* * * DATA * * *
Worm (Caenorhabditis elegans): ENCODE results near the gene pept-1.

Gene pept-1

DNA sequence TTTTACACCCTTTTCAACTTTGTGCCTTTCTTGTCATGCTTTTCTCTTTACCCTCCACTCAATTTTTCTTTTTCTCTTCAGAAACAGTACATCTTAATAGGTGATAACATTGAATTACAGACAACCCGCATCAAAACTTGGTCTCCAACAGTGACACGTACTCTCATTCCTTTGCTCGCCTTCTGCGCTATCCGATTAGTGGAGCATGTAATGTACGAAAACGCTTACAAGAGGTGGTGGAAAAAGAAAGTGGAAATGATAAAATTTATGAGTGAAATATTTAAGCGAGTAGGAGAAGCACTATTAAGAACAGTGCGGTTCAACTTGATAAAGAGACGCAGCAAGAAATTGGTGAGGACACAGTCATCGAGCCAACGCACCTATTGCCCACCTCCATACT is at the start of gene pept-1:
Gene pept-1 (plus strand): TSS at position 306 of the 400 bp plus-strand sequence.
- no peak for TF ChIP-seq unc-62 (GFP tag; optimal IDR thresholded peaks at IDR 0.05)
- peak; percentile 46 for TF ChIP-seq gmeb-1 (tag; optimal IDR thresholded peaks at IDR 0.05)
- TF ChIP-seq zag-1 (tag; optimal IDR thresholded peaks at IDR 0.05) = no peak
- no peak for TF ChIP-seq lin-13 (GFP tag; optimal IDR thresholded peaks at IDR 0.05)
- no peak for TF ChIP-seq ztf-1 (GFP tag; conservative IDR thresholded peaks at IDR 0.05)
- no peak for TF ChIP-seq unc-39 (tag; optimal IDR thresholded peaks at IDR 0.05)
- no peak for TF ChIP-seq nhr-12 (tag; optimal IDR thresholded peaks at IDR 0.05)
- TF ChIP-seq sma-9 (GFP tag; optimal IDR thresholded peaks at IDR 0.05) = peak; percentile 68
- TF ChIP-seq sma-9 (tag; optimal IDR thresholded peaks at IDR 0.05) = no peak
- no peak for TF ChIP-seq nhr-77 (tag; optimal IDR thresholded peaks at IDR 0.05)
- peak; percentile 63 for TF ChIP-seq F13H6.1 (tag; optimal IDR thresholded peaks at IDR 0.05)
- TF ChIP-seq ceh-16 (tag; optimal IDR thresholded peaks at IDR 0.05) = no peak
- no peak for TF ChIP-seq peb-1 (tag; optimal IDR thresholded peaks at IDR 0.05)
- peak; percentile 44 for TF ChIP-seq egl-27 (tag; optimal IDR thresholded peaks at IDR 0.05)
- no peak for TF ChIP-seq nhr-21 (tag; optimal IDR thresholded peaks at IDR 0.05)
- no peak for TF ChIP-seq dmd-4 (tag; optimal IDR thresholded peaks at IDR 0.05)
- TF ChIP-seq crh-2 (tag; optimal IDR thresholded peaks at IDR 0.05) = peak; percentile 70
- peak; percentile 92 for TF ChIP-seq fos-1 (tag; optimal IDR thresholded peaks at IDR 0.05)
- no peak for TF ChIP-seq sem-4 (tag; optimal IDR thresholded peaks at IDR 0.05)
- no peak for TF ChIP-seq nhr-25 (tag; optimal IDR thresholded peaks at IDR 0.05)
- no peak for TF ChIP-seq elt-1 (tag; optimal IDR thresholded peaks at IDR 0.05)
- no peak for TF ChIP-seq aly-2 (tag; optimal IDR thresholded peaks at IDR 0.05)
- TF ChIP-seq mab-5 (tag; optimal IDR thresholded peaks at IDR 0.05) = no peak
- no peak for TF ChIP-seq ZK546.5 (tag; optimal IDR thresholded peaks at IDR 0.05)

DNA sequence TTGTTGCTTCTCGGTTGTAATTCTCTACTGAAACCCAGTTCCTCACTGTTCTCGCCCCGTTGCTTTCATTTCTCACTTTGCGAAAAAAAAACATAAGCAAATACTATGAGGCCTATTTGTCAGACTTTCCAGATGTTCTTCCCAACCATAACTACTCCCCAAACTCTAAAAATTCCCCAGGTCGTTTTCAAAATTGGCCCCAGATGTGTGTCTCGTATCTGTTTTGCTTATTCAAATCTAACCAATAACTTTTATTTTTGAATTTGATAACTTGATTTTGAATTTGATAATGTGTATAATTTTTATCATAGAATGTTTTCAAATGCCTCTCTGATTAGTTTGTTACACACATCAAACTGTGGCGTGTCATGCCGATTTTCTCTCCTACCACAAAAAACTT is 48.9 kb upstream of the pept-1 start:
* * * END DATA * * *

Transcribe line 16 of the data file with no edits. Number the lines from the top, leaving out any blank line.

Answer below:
- TF ChIP-seq ceh-16 (tag; optimal IDR thresholded peaks at IDR 0.05) = no peak